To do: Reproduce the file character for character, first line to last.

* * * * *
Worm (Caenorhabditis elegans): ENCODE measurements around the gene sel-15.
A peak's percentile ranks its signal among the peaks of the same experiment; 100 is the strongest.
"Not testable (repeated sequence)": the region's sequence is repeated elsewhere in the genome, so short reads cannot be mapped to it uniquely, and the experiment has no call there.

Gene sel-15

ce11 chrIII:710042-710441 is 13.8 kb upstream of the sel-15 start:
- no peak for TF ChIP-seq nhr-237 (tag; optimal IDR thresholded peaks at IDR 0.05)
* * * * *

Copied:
Worm (Caenorhabditis elegans): ENCODE measurements around the gene sel-15.
A peak's percentile ranks its signal among the peaks of the same experiment; 100 is the strongest.
"Not testable (repeated sequence)": the region's sequence is repeated elsewhere in the genome, so short reads cannot be mapped to it uniquely, and the experiment has no call there.

Gene sel-15

ce11 chrIII:710042-710441 is 13.8 kb upstream of the sel-15 start:
- no peak for TF ChIP-seq nhr-237 (tag; optimal IDR thresholded peaks at IDR 0.05)